The COVID-19 pandemic has created multiple problems. As a result, the longstanding issue of water shortage in the country has been temporarily relegated to the background. But the problem is poised to bounce back with greater severity because COVID-19 norms require people to wash their hands with soap and water periodically.
Significantly, this is occurring in 2020 – a year when a NITI Aayog report of 2018 had warned about the possibility of 21 cities in India facing Day Zero – or a scenario wherein taps across those cities run wholly dry. Besides India, other nations across the globe are slowly sliding towards water deficiency. Indeed, Cape Town in South Africa faced the ignominy of Day Zero before Chennai.
But water is such a precious commodity that its shortage can cause water riots. Such riots have already occurred in a few cities and countries across the world. Where India is concerned, apart from other issues, two wrong practices have exacerbated water shortages. These are overexploiting groundwater reserves and inadequate water harvesting.
The first problem can be partially attributed to the huge population of more than 1.3 billion. In the second case, the issue arises because barely 8% of the nation’s annual rainfall gets captured and conserved. The rest of the water is simply washed away as runoff. In essence, inadequate water management is the prime cause of the water deficit.
But there is some good news. There are many means to save water and ensure water security. The most popular way is via the 4Rs. These comprise reducing, reusing, recycling and replenishing. Where the first mantra, reducing, is concerned, smart systems can play a major role in curbing water wastage. Such systems can be most useful in bathrooms and washrooms, where the most wastage occurs.
Technological solutions offer a variety of urinals and toilet choices that need minimal water. Consider highly-efficient toilets. These use barely five litres in a single flush compared to the 10 – 15 litres required in conventional commodes. Similarly, high-efficiency urinals only require 1.9 litres per flush unlike conventional ones needing twice the quantity. What’s more, zero-water urinals are the best as they provide 100% water savings. Some of these urinals contain a cartridge that acts as a drain trap. Then there’s a sealant liquid operating like an airtight barrier, which separates the drain and the washroom. Consequently, bad odours simply cannot escape.
Likewise, there are water faucets with automatic sensors that save around 60% water whereas the solar or battery-operated varieties provide 40% savings. Then come the sink-integrated faucets that have adjustable flow rates, which reduce water usage by 67%.
If reusing and recycling of water is required, dual piping systems are ideal. These systems separate water into potable and reclaimed. The former is useful for drinking, cooking and washing while the recycled water is meant for flushing toilets and gardening as well as irrigation. Treated sewage can be converted into reclaimed or recycled water. In this way, waste and dangerous bacteria are destroyed, which makes the water suitable for flushing toilets and landscaping.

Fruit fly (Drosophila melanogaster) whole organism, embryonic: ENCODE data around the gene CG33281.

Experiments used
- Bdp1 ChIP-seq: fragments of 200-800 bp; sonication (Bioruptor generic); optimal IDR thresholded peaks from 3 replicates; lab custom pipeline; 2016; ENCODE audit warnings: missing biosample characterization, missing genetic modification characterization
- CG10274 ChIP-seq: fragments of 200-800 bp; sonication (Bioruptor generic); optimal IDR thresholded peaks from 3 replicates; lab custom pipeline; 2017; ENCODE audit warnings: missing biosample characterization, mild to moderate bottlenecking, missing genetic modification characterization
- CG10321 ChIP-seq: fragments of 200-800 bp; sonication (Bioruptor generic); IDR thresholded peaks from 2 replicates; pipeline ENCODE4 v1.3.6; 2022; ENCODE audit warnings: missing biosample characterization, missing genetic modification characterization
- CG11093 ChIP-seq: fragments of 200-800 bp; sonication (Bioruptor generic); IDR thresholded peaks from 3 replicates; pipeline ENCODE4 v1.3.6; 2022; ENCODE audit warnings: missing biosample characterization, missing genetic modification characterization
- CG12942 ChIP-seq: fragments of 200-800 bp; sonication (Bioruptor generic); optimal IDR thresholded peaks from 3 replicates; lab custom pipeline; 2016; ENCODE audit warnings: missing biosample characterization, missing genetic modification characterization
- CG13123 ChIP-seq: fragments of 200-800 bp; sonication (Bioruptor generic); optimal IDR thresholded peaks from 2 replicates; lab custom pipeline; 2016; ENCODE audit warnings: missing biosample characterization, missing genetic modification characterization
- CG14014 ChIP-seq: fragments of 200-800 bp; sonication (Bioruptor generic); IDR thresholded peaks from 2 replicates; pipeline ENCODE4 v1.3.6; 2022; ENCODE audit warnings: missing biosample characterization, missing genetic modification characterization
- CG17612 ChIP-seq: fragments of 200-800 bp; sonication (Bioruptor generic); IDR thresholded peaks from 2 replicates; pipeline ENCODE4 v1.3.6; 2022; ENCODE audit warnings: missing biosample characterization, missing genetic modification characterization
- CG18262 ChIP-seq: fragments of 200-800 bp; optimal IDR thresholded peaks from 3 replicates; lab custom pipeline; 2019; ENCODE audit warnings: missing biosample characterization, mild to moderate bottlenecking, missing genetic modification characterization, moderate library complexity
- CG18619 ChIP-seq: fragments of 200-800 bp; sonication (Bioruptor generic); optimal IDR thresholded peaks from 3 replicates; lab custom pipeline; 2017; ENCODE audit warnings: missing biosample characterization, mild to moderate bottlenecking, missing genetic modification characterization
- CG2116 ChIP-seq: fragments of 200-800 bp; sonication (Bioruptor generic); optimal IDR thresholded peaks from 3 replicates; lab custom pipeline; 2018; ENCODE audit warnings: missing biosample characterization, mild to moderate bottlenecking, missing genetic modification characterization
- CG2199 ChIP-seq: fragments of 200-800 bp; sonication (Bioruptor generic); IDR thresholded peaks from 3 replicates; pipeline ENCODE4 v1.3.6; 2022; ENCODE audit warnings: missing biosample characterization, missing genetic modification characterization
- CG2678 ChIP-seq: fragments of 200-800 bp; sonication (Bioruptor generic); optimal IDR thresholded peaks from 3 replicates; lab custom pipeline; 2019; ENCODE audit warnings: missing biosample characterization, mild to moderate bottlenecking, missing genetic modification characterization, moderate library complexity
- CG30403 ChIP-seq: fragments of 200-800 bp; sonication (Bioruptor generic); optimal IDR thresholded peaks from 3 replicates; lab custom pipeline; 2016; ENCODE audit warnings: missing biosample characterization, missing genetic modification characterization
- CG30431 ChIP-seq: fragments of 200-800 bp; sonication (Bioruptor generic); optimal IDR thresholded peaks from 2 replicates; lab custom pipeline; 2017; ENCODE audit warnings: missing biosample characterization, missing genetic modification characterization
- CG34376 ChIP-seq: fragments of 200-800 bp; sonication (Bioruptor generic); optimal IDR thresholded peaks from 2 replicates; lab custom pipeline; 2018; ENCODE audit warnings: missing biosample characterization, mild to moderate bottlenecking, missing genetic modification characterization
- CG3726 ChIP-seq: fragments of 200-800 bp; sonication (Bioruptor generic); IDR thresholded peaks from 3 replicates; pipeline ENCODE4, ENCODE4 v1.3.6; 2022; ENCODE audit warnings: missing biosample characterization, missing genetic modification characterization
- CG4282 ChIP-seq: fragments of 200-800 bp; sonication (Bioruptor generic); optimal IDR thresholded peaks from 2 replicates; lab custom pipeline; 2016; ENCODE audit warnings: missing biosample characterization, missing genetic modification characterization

In the same manner, grey water can be segregated via dual plumbing systems. Grey water is relatively clean waste water flowing out of sinks, bathrooms, dishwashers, washing machines and kitchen appliances. Incidentally, grey water doesn’t harbour biological pollutants or any faecal contamination.
Ultimately, one of the best ways to promote water sustainability is by replenishing the groundwater reserves. Worldwide, this is done through rainwater harvesting, which also takes care of the rainwater runoff that is captured and conserved. Despite being a great tool for conserving water as well as replenishing groundwater reserves, rainwater harvesting needs to be practised uniformly throughout the nation to reap the desired benefits.
Remarkably, two small nation-states are global role models in water management and conservation. Israel has an excellent record in conserving, storing and supplying water efficiently. The other example is Singapore– a city-state that uses digital technology in water and wastewater systems to transform its water management and advance water security.
In a nutshell, a mix of smart technology and traditional conservation techniques can help India emerge as a water-secure country. But with COVID-19 norms increasing water scarcity across India, water-saving initiatives need to begin immediately.
- Anup Tripathi, General Manager, Sloan India Private Limited
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